Logistic Regression for LUCC Modelling

This post is my third contribution to JustScience week.

In Land Use/Cover Change (LUCC) studies, empirical (statistical) models use the observed relationship between independent variables (for example mean annual temperature, human population density) and a dependent variable (for example land-cover type) to predict the future state of that dependent variable. The primary limitation of this approach is the inability to represent systems that are non-stationary.

Non-stationary systems are those in which the relationships between variables are changing through time. The assumption of stationarity rarely holds in landscape studies – both biophysical (e.g. climate change) and socio-economic driving forces (e.g. agricultural subsidies) are open to change. Two primary empirical models are available for studying lands cover and use change; transition matrix (Markov) models and regression models. My research has particularly focused on the latter, particularly the logistic regression model.

Figure 1.

Figure 1 above shows observed land cover for 3 years (1984 – 1999) for SPA 56, with a fourth map (2014) predicted from this data. Models run for observed periods of change for SPA 56 were found to have a pixel-by-pixel accuracy of up to 57%. That is, only just over half of the map was correctly predicted. Not so good really…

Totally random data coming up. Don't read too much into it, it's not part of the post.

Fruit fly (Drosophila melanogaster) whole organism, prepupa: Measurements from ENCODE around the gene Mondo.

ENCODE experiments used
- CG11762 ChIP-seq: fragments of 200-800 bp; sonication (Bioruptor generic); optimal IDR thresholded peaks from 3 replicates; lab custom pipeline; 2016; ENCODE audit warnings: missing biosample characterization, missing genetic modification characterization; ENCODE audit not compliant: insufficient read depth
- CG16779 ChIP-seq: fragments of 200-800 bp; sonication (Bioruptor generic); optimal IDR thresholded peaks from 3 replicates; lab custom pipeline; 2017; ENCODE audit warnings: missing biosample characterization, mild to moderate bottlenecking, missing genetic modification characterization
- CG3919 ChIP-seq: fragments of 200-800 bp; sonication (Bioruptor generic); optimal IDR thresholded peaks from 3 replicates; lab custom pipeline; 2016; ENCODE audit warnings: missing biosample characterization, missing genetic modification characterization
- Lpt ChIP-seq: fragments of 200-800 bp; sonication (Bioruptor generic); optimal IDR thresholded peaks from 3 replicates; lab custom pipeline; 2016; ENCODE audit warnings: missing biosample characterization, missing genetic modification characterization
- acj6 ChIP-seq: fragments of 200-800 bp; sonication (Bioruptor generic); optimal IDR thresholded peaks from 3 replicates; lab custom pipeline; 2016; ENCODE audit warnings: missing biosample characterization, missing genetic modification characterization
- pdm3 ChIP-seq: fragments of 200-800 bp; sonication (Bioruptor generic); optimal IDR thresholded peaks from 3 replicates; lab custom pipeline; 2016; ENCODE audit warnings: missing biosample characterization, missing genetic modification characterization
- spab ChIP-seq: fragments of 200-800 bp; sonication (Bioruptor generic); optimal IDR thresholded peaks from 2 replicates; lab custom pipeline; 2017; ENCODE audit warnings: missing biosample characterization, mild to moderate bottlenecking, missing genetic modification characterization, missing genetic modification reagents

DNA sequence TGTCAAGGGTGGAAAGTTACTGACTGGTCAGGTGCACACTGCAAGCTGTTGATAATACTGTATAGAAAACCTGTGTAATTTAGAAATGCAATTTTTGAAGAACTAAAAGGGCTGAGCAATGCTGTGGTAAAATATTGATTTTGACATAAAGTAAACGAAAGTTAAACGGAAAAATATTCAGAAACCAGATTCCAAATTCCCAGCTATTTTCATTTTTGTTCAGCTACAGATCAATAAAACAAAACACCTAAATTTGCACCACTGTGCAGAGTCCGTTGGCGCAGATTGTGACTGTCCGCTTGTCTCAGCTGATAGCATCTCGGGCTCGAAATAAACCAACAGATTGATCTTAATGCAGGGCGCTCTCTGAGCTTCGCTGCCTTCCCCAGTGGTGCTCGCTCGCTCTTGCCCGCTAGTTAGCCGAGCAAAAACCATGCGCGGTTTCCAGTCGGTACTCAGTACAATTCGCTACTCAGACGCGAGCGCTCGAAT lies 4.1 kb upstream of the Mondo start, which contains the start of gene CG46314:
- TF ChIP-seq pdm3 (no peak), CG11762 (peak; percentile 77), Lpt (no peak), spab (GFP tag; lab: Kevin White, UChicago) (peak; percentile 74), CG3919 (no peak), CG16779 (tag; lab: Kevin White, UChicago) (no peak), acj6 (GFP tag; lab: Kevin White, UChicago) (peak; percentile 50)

Pontius and colleagues have bemoaned such poor performance of models of this type, highlighting that models are often unable to perform even as well as the ‘null model of no change’. That is, assuming the landscape does not change from one point in time to another is often a better predictor of the landscape (at the second point in time) than a regression model! Clearly, maps of future land cover from these models should be understood as a projection of future land cover given observed trends continue unchanged into the future (i.e. the stationarity condition is maintained).

Acknowledgement of the stationarity assumption is perhaps more important, and more likely to be invalid, from a socio-economic perspective than biophysical. Whilst biophysical processes might be assumed to be relatively constant over decadal timescales (climatic change aside), this will likely not be the case for many socio-economic processes. With regard to SPA 56 for example, the recent expansion of the European Union to 25 countries, and the consequent likely restructuring of the Common Agricultural Policy (CAP), will lead to shifts in the political and economic forces driving LUCC in the region. The implication is that where socio-economic factors are important contributors to landscape change regression models are unlikely to be very useful for predicting future landscapes and making subsequent ecological interpretation or management decisions.

Because of the shortcomings of this type of model, alternative methods to better understanding processes of change, and likely future landscape states, will be useful. For example, hierarchical partitioning is a method for using statistical modelling in an explanatory capacity rather than for predictive purposes. Work I did on this with colleagues was recently accepted for publication by Ecosystems and I’ll discuss it in more detail tomorrow. The main thrust of my PhD however, is the development of an integrated socio-ecological simulation model that considers agricultural decision-making, vegetation dynamics and wildfire regimes.

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